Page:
Main factors increasing the burden of antimicrobial resistance on ICU

Antimicrobial resistance increases on ICU through importation, patient-to-patient transmission, selection in an individual, horizontal gene transfer within and between bacterial species and induction of new resistance (Fig. 289.1) [6]‌. The relative importance of each pathway varies between species and antibiotic resistance mechanism. Two main factors influence these pathways: antimicrobial use and health care practices.

Fig. 289.1 Control of Gram-negative resistance is much more complicated: multiple species, resistance mechanisms and potential routes of transmission.

Fig. 289.1 Control of Gram-negative resistance is much more complicated: multiple species, resistance mechanisms and potential routes of transmission.

R, resistant; S, sensitive.

Importation of resistance on patients (and to a lesser extent staff) reflects antimicrobial use in the community and the result of previous health care contacts. In addition, patients transferred out of ICU often have a prolonged stay on general wards where they may transmit resistance to other patients who then get admitted to ICU. Some patients have multiple admissions to hospital or the ICU providing many opportunities for increasing imported resistance.

Transfer of resistant organisms from patient to patient predominantly occurs via contaminated health care workers hands either directly from patient-to-patient or via inanimate objects. Antibiotic use may also influence transmission although this is likely to be complex given the potentially opposing effects of the many prescribed antibiotics [7]‌.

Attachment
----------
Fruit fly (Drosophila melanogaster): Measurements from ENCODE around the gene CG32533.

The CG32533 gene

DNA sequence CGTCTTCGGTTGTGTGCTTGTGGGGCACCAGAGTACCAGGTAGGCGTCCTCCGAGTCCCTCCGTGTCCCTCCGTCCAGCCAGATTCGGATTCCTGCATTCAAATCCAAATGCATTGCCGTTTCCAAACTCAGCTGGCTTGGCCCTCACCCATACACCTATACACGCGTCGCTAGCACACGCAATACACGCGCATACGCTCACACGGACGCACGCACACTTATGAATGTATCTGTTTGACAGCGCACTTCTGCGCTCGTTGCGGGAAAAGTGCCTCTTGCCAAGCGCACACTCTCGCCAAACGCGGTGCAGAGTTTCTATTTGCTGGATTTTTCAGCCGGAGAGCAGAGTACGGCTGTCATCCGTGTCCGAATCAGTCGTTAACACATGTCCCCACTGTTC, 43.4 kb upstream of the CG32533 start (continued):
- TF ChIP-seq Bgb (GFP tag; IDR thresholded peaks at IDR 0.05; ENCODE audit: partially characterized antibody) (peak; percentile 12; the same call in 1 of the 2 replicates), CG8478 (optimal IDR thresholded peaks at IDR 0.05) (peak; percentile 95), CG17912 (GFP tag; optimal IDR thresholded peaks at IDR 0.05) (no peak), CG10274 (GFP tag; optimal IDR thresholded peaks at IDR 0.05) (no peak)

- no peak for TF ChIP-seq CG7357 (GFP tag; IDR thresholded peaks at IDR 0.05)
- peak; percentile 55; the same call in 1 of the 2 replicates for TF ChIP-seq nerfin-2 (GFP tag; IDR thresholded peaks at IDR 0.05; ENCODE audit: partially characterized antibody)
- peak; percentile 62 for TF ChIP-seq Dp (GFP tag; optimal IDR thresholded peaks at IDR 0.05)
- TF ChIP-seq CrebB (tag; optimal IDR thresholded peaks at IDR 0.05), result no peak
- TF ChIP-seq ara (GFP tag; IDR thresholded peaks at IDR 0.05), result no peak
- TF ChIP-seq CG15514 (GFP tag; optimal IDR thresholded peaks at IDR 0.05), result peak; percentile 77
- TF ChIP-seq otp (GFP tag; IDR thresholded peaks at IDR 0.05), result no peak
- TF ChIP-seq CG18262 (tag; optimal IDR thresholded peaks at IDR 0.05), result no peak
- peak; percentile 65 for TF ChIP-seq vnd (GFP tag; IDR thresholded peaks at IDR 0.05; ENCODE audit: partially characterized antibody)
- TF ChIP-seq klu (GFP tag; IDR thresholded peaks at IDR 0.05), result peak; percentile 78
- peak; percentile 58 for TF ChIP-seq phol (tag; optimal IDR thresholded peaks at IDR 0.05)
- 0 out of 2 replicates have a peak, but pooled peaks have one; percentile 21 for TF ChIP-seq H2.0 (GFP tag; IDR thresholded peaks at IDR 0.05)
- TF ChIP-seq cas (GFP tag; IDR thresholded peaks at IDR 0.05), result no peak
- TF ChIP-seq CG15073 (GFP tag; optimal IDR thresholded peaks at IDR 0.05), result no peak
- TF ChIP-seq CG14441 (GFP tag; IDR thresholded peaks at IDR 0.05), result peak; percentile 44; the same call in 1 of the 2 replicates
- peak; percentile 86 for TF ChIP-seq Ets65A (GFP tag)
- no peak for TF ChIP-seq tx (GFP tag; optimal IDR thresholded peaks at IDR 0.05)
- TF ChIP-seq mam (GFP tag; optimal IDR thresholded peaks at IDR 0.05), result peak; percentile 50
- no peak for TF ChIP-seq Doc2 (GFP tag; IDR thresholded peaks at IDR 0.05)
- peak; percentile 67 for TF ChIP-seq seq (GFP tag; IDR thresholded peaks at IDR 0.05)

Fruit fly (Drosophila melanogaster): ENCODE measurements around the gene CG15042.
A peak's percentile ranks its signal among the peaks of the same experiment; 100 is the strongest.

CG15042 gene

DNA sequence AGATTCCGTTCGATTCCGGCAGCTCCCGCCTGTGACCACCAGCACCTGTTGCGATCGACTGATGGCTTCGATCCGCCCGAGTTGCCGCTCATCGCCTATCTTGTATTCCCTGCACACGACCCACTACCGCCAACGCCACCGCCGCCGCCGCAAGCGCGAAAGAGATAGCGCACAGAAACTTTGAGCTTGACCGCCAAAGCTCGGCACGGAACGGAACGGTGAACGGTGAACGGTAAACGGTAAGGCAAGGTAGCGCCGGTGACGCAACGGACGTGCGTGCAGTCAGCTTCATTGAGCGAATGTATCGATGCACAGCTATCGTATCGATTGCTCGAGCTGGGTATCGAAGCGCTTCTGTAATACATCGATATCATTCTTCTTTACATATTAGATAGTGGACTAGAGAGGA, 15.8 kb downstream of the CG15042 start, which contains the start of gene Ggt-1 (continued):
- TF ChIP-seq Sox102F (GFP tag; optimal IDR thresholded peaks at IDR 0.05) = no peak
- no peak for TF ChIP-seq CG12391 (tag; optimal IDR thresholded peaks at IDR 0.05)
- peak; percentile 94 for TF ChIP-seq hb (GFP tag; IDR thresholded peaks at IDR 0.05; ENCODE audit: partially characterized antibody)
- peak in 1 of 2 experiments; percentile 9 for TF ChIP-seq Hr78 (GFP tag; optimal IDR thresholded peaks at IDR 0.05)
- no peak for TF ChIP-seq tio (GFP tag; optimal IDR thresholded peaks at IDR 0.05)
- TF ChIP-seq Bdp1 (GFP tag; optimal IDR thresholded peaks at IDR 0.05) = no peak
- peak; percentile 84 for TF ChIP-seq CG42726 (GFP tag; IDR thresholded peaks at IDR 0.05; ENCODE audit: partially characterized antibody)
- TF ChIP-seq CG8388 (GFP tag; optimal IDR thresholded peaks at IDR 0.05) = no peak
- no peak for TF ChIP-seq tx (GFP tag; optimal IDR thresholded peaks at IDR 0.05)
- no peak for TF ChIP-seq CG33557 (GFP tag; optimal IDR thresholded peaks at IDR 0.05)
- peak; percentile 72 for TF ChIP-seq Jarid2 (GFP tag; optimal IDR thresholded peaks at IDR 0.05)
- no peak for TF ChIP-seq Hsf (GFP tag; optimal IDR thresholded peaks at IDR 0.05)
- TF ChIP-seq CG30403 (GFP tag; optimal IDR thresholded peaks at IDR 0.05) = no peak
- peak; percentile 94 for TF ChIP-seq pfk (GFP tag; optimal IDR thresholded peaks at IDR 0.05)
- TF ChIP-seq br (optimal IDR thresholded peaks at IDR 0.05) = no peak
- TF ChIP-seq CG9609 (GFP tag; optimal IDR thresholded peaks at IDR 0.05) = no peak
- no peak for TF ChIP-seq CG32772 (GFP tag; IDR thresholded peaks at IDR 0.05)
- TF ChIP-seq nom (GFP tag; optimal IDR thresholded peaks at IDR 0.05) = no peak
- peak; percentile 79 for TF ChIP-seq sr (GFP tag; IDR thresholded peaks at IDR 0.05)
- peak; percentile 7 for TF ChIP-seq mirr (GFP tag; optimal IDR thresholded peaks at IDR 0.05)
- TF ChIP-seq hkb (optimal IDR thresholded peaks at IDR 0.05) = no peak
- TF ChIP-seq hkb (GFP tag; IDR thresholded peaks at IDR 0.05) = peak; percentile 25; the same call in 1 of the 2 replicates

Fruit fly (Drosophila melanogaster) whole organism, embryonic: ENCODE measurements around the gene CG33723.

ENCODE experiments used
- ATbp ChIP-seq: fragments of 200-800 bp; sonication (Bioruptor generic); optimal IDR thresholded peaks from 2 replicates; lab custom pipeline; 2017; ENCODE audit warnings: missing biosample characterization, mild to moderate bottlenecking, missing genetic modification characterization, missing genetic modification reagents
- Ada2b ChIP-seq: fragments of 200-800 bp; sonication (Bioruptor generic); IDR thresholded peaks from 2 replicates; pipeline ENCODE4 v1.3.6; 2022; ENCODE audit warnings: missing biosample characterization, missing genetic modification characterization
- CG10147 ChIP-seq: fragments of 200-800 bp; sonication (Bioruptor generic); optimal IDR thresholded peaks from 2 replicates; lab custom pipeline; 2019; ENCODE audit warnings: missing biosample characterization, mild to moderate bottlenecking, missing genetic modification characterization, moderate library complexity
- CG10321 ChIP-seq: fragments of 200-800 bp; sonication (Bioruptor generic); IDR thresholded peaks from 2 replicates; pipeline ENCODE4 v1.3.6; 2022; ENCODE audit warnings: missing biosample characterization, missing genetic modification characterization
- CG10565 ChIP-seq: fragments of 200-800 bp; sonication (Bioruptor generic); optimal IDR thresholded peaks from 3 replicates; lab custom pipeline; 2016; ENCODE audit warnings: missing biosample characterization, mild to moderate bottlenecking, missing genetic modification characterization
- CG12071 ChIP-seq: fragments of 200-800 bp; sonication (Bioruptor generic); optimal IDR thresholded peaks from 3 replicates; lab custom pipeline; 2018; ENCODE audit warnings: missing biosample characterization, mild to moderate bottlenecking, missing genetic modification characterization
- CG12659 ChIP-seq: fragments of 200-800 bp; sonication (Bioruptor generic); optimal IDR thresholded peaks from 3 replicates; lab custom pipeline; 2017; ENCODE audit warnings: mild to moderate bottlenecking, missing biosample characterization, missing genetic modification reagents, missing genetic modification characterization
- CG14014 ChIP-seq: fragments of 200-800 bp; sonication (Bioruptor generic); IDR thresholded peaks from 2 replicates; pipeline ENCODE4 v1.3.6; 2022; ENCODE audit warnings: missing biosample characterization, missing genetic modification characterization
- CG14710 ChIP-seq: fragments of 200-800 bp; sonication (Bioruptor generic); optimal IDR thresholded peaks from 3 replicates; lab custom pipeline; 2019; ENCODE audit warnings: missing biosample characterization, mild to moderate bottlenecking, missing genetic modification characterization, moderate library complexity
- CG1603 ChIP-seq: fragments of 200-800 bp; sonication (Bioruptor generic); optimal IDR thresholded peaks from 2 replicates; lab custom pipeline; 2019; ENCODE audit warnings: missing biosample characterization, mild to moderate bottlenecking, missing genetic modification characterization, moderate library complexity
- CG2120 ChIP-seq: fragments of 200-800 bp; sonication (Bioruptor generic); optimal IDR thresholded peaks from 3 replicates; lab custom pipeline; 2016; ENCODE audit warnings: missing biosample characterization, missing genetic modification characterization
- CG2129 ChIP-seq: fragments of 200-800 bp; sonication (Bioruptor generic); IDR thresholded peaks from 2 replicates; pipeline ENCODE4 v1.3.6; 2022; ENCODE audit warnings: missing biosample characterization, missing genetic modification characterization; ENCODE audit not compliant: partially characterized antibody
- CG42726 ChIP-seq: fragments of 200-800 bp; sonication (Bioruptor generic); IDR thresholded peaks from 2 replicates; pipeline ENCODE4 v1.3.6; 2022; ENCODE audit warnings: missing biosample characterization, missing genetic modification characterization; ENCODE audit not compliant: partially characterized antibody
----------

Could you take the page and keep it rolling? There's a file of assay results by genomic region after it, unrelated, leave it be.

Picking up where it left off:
Induction of resistance due to selection of new mutations during antimicrobial therapy may be a particular problem in units with high antimicrobial consumption. Fluoroquinolones are reported to be associated with induction of resistance in enterobacteriaciae and P. aeruginosa during therapy. There is emerging evidence for outbreaks of resistance with transfer of mobile resistance elements both within and between species [8]‌, although the frequency, risk factors, and mechanisms of limiting such resistance are unclear.

Outbreaks of resistance

An outbreak can be defined as a period of increased incidence above an expected background The literature is dominated by reports of species outbreaks with resistant organisms such MRSA, Acinetobacter and MDR-Klebsiella that presumably drew significant clinical attention at that time. It is not clear what the total burden of outbreaks is on ICU and thereby derive general conclusions about risk factors and dissemination routes [9]‌. Outbreaks are often identified by a member of the health care team, although there are resistance outbreak detection tools that provide a more objective surveillance method [10,11]. It will be interesting to explore what might underlie the difference between large ‘outbreaks’ that reach clinical attention, and small clusters of largely sub-clinical and presumably self-terminating transmission clusters. Large outbreaks are often attributed to lapses in infection control practice, a patient or staff ‘superspreader’ or an environmental reservoir although some bacteria may be more adapted to spread better on the ICU [12].

Preventing the emergence and transmission of resistance on the intensive care unit

There are two main intervention programmes targeting a reduction in antimicrobial resistance: infection prevention and control (IPc), and antimicrobial stewardship.

An ICU infection prevention and control programme